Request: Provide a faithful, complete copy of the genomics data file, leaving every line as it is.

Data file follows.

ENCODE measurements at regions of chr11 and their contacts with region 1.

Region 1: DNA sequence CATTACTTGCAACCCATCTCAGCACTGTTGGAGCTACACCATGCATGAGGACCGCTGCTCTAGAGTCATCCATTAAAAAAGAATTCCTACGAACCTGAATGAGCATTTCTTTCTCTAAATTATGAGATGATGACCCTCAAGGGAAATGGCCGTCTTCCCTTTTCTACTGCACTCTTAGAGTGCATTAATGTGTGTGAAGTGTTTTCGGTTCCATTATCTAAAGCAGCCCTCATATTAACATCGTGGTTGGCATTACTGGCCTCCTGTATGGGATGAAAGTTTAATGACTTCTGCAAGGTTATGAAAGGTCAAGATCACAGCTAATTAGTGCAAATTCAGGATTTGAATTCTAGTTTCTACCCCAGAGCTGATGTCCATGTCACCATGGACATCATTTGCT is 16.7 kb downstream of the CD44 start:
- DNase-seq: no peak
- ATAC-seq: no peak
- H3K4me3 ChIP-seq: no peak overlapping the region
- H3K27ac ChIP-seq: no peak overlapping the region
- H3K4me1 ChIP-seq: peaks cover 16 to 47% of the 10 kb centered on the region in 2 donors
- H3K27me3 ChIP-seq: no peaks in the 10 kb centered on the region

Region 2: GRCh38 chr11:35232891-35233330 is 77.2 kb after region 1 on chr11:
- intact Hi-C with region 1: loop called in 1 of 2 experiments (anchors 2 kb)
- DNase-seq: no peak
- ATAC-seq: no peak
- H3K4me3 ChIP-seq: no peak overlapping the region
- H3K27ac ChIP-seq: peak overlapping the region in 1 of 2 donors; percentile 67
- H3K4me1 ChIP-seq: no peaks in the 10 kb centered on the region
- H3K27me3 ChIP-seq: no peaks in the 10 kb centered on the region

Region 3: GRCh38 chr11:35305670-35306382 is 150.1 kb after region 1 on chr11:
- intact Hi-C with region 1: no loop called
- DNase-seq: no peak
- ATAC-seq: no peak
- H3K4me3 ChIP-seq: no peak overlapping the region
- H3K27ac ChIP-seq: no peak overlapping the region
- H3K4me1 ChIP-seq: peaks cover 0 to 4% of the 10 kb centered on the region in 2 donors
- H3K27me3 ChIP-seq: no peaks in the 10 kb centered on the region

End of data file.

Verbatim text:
ENCODE measurements at regions of chr11 and their contacts with region 1.

Region 1: DNA sequence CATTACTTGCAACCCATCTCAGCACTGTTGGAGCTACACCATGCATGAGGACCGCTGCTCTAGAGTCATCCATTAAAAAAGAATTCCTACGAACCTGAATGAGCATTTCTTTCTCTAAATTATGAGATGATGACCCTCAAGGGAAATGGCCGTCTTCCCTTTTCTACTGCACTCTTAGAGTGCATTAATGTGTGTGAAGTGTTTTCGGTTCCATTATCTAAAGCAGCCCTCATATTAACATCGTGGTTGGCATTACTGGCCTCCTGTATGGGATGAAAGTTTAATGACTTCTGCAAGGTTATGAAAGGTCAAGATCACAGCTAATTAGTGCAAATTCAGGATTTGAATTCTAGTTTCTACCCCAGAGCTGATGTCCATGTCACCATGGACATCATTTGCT is 16.7 kb downstream of the CD44 start:
- DNase-seq: no peak
- ATAC-seq: no peak
- H3K4me3 ChIP-seq: no peak overlapping the region
- H3K27ac ChIP-seq: no peak overlapping the region
- H3K4me1 ChIP-seq: peaks cover 16 to 47% of the 10 kb centered on the region in 2 donors
- H3K27me3 ChIP-seq: no peaks in the 10 kb centered on the region

Region 2: GRCh38 chr11:35232891-35233330 is 77.2 kb after region 1 on chr11:
- intact Hi-C with region 1: loop called in 1 of 2 experiments (anchors 2 kb)
- DNase-seq: no peak
- ATAC-seq: no peak
- H3K4me3 ChIP-seq: no peak overlapping the region
- H3K27ac ChIP-seq: peak overlapping the region in 1 of 2 donors; percentile 67
- H3K4me1 ChIP-seq: no peaks in the 10 kb centered on the region
- H3K27me3 ChIP-seq: no peaks in the 10 kb centered on the region

Region 3: GRCh38 chr11:35305670-35306382 is 150.1 kb after region 1 on chr11:
- intact Hi-C with region 1: no loop called
- DNase-seq: no peak
- ATAC-seq: no peak
- H3K4me3 ChIP-seq: no peak overlapping the region
- H3K27ac ChIP-seq: no peak overlapping the region
- H3K4me1 ChIP-seq: peaks cover 0 to 4% of the 10 kb centered on the region in 2 donors
- H3K27me3 ChIP-seq: no peaks in the 10 kb centered on the region